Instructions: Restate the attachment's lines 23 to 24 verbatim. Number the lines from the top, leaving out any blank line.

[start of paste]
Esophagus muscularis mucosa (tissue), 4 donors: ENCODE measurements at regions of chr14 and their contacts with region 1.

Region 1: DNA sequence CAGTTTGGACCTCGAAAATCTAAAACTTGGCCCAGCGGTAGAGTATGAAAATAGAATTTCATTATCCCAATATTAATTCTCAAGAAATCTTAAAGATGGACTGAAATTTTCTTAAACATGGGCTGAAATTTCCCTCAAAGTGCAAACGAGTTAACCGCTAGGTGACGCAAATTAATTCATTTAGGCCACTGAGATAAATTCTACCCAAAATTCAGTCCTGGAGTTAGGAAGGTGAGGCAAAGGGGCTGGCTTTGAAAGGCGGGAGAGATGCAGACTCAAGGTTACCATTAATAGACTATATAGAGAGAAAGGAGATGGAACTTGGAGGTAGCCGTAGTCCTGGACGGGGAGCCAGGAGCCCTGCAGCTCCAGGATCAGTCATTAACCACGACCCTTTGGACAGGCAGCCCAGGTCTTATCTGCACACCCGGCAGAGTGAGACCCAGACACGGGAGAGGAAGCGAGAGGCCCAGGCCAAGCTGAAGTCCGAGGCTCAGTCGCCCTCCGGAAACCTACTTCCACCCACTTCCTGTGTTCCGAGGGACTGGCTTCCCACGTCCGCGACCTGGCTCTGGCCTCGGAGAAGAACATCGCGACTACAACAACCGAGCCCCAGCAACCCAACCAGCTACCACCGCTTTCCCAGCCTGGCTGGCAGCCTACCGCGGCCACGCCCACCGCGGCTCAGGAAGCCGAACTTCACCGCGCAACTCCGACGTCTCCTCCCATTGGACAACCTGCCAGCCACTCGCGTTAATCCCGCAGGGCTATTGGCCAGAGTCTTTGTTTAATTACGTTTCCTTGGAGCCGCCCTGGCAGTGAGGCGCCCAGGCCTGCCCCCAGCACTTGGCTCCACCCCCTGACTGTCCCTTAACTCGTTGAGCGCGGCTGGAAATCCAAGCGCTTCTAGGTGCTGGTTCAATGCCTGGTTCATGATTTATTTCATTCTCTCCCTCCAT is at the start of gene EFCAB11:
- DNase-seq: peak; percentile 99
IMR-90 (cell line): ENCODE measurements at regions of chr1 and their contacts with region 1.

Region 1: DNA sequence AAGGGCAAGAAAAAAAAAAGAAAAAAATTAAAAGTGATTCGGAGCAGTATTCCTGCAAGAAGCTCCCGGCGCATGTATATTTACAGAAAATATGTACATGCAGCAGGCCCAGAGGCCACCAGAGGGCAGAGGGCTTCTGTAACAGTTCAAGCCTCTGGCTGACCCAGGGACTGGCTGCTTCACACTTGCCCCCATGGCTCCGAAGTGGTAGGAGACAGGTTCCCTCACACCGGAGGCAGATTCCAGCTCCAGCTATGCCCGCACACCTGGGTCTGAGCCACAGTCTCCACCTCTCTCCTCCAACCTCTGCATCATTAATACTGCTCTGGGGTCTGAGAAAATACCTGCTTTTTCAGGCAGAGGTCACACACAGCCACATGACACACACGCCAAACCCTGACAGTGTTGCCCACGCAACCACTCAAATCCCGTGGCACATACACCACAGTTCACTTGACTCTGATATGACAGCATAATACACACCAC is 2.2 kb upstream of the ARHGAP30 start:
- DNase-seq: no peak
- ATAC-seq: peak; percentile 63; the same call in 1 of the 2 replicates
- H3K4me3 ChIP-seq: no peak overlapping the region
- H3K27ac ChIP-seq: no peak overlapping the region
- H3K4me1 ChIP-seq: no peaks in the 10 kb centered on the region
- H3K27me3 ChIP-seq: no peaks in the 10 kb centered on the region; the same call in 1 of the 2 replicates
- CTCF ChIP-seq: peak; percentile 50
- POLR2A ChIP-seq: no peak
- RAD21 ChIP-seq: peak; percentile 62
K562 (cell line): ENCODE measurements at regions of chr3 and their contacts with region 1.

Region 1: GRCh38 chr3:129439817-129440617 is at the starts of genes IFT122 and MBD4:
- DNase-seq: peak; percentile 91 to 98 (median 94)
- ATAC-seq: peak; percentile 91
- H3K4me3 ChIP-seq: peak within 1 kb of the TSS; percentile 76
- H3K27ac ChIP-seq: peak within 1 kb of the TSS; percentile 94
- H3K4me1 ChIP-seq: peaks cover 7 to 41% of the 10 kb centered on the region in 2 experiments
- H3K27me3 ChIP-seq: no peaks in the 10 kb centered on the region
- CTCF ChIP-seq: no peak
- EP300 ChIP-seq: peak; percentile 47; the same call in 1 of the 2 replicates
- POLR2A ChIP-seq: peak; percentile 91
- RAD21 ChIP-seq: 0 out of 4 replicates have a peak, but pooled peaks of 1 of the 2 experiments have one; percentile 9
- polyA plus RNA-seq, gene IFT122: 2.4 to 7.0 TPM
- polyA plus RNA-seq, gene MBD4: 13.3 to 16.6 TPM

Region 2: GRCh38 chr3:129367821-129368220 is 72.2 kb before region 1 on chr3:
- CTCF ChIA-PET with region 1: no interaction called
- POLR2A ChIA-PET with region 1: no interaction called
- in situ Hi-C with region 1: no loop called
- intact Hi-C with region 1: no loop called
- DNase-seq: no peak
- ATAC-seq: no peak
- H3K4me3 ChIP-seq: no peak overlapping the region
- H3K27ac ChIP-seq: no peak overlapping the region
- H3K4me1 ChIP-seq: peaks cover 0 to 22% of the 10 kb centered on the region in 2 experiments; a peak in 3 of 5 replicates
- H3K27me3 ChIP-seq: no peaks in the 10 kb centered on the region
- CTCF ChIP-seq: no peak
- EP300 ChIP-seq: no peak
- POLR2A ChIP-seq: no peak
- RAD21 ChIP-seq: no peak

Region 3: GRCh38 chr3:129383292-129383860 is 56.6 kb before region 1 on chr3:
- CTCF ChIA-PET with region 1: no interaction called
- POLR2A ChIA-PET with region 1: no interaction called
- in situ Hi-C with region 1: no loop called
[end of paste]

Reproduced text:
- CTCF ChIP-seq: no peak
- EP300 ChIP-seq: peak; percentile 47; the same call in 1 of the 2 replicates